From the Buddhist perspective, concepts are a problem. They can be very useful, but we humans tend to take them as real, when they are just a layer of thought on top of reality that can easily get in the way.
We need to focus on the reality, not the concepts. When we start to focus on the concepts, we make mistakes.
This god guy is the ultimate concept.
People who believe in a god usually think, apparently, that they should try to order their lives according to what the god wants, or what they learn that the god wants. How they find out what the god wants is a whole, separate problem, its own set of concepts. The expectations or preferences of the god are a set of concepts as well, so that is three sets of concepts between believers and reality.
Starting with the Crusades, in which good Christians traveled hundreds of miles on horseback to intrude into a conflict between Muslims and far distant Christians they could have as easily ignored, we have repeatedly seen examples of Christians going out of their way, supposedly at the behest of their god, to impose themselves, usually by force of arms, and their ideas about what their god wants, onto people who have never heard of their god, nor expressed any interest in it.
The effects of this expansion in the name of god have been the most dramatic in the part of the world we are pleased to call “the Americas,” a name the area got from invading Christians, who from the beginning regarded the people they found in this “new” land as inferior and started killing with abandon and enslaving for the purpose of mining gold and silver, all in the name of their god.
The United States of “America,” by many measures the richest, most powerful nation the world has ever seen, is the ultimate expression of Christian expansion. It is not a Christian nation officially. Its constitution prohibits establishment of any official religion and any religious tests for public offices. It is functionally Christian, however. Its original territory all came to be part of the United States as the result of colonization by Christians, including displacement and murder of Natives and the use of Africans and their descendants as slaves, none of which this Christian god apparently objected to.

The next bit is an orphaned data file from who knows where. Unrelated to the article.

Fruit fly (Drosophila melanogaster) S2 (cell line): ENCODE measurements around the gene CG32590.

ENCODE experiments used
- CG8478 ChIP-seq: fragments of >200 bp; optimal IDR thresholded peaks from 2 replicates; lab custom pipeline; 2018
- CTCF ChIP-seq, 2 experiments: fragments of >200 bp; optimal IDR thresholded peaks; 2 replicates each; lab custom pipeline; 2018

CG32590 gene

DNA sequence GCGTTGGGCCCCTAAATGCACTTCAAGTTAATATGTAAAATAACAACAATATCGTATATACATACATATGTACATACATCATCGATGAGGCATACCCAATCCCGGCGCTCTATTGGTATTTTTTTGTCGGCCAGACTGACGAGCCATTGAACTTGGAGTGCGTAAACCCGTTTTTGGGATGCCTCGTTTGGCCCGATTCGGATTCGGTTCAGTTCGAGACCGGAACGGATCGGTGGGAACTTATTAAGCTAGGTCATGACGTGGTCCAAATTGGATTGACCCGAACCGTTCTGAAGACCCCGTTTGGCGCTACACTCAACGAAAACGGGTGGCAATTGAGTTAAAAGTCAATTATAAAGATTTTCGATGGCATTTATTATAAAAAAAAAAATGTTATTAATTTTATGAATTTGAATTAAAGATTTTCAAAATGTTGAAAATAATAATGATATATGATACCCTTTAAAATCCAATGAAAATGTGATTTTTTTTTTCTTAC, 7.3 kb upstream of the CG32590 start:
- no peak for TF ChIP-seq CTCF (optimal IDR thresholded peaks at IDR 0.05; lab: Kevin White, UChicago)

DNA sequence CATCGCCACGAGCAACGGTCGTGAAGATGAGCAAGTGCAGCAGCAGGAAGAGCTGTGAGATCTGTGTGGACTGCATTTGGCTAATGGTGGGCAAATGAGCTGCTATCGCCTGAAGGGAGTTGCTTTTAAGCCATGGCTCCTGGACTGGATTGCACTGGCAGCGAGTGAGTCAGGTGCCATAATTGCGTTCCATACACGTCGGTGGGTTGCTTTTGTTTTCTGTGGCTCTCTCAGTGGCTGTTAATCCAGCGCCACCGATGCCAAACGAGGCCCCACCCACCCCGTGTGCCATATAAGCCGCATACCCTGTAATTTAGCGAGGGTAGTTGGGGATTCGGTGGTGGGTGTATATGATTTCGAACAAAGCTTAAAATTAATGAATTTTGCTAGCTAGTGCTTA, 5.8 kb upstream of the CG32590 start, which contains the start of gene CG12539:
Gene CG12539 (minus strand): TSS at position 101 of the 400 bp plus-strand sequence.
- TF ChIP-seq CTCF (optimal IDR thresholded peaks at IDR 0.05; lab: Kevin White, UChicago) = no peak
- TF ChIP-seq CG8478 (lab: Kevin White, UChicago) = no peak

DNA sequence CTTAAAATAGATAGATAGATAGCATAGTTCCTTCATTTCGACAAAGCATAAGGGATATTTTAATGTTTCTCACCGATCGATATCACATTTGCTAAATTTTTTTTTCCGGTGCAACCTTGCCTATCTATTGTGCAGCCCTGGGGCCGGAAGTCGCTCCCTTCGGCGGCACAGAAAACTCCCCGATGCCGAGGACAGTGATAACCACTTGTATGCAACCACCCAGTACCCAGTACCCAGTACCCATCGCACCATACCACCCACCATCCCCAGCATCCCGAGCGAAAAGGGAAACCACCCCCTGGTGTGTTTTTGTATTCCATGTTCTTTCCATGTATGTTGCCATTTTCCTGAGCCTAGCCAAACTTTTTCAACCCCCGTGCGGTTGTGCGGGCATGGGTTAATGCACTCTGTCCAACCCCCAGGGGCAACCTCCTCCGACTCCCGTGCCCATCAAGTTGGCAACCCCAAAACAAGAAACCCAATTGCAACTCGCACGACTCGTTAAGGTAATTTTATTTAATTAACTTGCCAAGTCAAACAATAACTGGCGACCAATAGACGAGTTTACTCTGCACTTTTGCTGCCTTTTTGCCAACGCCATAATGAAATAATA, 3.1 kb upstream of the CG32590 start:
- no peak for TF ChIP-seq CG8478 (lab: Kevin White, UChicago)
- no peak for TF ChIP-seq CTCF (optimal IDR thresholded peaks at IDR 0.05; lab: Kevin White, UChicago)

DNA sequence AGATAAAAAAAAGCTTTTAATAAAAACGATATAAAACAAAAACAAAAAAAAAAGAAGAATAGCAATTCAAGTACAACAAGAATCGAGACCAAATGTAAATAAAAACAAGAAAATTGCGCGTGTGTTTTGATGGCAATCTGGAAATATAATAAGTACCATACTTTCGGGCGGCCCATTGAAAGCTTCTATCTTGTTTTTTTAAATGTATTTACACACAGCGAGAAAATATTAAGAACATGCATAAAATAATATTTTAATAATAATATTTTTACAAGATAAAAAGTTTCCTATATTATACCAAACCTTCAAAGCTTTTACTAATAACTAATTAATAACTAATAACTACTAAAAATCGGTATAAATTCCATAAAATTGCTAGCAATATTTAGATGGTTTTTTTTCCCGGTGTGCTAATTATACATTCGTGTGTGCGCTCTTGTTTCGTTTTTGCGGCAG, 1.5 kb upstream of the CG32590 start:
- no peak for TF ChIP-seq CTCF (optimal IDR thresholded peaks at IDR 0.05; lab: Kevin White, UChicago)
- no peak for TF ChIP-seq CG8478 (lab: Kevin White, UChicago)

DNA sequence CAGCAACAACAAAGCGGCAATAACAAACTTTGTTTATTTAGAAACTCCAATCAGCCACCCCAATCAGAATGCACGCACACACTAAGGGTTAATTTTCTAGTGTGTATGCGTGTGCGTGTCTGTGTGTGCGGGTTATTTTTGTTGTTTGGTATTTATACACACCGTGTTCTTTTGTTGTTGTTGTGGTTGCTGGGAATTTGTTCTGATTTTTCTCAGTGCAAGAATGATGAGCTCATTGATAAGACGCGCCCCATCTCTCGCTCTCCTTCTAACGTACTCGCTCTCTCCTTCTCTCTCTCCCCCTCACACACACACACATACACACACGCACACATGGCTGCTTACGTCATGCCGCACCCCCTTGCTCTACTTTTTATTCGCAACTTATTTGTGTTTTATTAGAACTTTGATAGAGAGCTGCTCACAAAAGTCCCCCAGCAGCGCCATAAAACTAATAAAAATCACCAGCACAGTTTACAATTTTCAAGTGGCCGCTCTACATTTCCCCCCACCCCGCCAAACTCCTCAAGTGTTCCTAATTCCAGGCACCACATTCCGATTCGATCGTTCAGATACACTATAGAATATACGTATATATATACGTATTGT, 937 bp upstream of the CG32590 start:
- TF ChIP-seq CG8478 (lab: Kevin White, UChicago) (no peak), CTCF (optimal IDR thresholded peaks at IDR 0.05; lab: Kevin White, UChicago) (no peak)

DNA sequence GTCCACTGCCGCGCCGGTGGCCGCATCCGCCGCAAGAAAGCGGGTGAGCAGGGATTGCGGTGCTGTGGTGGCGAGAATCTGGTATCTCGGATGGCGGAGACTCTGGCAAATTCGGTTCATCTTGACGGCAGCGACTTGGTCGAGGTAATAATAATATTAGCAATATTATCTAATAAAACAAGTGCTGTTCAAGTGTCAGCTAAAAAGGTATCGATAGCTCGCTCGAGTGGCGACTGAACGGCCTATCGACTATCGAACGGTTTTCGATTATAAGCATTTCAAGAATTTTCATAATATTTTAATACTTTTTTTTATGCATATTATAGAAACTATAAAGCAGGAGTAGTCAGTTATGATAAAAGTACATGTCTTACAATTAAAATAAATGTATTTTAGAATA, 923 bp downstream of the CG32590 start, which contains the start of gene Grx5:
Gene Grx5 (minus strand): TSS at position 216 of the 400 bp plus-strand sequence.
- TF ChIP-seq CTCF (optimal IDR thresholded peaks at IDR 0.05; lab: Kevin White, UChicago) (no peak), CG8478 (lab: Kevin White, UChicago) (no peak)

From a Buddhist perspective, stealing land, killing anyone, and holding other humans as slaves are all obviously immoral and likely to result in unhappiness in the long run. Lots of people in the United States have lived pretty happy lives. Most people, most “white” people in the United States after World War II, don’t have too much to complain about.
In what is perhaps an excellent illustration of the problem the Buddha pointed out, however, some significant number of them are still not happy with the state of their nation. They think they need someone to “make it great again.” Exactly how it is lacking in greatness that it once had is not entirely clear, but that portion of the population is very clear that they see some new deficiency.
The Buddha said that human life is full of disappointments. He was less clear on the ironic corollary that is the problem in the modern United States of humans going out of their way to find disappointment even when they have what are, by any measure, comfortable lives. We might, on this basis, offer a friendly amendment to the Buddha’s prescription for human suffering: humans have a bad habit of looking for disappointments, or reasons to tell themselves that they are or should be disappointed.
Wrapping their reality in a concept and taking the concept as real.
We have a huge problem with this in the United States. This is not a problem any god is going to solve. Apparently the god Christians believe in is omnipotent, which means that this god set the whole system up and causes everything in it to happen. If a god made you, then that god also gave you this propensity to look for disappointment.
God or no god, it seems clear that all humans have the capacity to examine their own minds and reflect on what they find there. The humans who lack this capacity are not much the people complaining, so we do not need to worry about them.
Christians are more likely than anyone else to suffer from the current disappointment with the state of the United States, so apparently Christian belief is not the solution. One might even suspect that it is the source of the problem.
But Buddhists don’t much care about that. What we offer is a concrete, practical method to solve the problem. Meditate and start to notice how we all mostly create our own problems, which are often just concepts that we have wrapped around our perceptions of reality and now think are real.
So, keep meditating and take responsibility for yourself. You’ll be happier in the long run.
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